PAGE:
2014, far exceeding the loss of Byrne funding. In every state, the first-year cost of implementing the Sex Offender Registration and Notification Act outweighs the cost of losing 10 percent of the state’s Byrne funding. See http://www.justicepolicy.org/images/ upload/08-08_FAC_SORNACosts_ JJ.pdf for the entire list. “It’s the worst it’s ever been because of the economic crisis,” says Ernie Allen, president and CEO of the National Center for Missing & Exploited Children, which estimates 100,000 sex offenders are not even currently registered with states. Allen says, “The greatest expense to states is incarceration. Sex criminals, along with drug offenders, are the fastest-growing part of prison populations.” States require registration and community notification for an ever-expanding list of offenses — including public urination, “sexting” (minors sending nude pictures to each other via cell phones) and “Romeo and Juliet” cases involving older teens who had consensual sex with younger ones. There is less differentiation between various categories of offenders — as states move away from “tiered” systems that imposed different notification requirements depending on the severity of the crime. In Tulsa, Police Sergeant John Adams says, “It is difficult [for former sex offenders] to find employment just because of the misconceptions that every sex offender is a child molester or that every sex offender is a rapist and that is not the case.” In one Florida county where costs were analyzed, SOSEN staff members discovered that more than $6,000 per offender were spent last year in registry and supervision costs. 3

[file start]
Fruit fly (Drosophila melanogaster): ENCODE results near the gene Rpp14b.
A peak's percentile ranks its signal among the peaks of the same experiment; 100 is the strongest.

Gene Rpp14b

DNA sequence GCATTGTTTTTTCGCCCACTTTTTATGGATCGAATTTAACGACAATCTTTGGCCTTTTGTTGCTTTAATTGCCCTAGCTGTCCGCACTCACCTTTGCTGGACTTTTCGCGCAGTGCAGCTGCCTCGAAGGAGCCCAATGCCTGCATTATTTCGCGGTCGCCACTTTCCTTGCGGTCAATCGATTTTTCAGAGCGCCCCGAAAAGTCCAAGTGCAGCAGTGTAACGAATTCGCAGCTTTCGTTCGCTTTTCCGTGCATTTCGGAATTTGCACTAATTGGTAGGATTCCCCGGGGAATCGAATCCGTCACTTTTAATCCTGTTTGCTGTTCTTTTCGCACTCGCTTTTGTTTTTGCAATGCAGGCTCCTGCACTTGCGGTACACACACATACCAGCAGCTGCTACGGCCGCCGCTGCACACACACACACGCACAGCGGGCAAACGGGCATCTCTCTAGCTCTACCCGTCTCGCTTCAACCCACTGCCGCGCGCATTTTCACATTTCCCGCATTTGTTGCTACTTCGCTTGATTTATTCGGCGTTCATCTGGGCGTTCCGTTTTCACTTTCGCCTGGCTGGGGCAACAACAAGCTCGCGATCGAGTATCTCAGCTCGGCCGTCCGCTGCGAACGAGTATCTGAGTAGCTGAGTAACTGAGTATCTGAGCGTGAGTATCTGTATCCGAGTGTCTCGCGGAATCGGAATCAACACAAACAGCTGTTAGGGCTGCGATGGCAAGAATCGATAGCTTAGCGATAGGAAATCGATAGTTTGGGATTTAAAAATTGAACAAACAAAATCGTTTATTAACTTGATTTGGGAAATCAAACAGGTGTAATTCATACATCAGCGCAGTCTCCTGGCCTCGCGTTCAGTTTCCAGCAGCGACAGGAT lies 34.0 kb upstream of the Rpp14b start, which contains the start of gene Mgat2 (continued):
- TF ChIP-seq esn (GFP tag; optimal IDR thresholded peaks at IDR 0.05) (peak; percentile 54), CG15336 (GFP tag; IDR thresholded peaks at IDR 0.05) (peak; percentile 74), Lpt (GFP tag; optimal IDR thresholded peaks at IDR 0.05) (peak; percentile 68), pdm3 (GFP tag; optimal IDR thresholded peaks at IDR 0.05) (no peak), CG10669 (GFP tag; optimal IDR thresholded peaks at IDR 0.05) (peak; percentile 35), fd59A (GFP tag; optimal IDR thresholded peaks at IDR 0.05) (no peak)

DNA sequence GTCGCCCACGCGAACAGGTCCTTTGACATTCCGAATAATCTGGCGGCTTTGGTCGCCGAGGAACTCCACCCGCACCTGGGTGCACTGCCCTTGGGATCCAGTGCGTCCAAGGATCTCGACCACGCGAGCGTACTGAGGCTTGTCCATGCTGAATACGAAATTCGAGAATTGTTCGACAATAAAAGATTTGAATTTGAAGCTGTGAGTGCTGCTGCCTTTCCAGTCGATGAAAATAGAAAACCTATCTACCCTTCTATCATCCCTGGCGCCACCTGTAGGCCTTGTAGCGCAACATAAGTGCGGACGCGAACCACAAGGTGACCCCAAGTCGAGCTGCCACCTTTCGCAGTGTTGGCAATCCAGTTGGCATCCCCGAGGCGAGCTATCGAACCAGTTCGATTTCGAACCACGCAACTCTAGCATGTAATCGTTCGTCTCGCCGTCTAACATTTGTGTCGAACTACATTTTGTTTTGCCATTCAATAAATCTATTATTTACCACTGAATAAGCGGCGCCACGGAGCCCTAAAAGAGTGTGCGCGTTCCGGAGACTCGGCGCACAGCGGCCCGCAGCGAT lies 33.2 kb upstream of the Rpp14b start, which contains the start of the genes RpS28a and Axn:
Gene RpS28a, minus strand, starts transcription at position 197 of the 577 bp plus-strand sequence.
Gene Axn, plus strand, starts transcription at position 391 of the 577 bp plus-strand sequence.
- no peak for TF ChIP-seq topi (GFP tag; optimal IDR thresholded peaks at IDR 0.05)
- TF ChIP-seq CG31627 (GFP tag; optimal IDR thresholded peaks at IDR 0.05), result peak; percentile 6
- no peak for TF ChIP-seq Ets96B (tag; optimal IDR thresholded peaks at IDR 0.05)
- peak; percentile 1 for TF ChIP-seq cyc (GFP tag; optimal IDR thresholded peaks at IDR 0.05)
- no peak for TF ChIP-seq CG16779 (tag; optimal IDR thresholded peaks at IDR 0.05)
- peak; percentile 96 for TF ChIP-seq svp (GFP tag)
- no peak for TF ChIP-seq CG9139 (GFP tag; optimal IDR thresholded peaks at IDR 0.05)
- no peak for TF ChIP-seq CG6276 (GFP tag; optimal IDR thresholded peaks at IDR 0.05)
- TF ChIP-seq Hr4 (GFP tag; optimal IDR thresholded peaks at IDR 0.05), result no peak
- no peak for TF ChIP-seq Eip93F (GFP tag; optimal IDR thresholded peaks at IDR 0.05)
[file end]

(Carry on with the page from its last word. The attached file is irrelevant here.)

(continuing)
If this cost is representative of costs across the nation, now that there are more than 764,000 registered former offenders, that would mean our government is spending over 4.5 trillion dollars per year for these laws to provide monitoring of former offenders, many of whom have completed their sentence and probation but are still be supervised. Continued supervision shows how the intent of the registry is punitive rather than civil in nature. Supervision is linked to additional punishment such as parole and probation supervision is an element of the sentence for the crime. n
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An individual has not started living until he can rise above the narrow confines of his individualistic concerns to the broader concerns of all humanity. ~ Martin Luther King, Jr.
SOSEN is working to maintain the constitutional rights for ALL of our citizens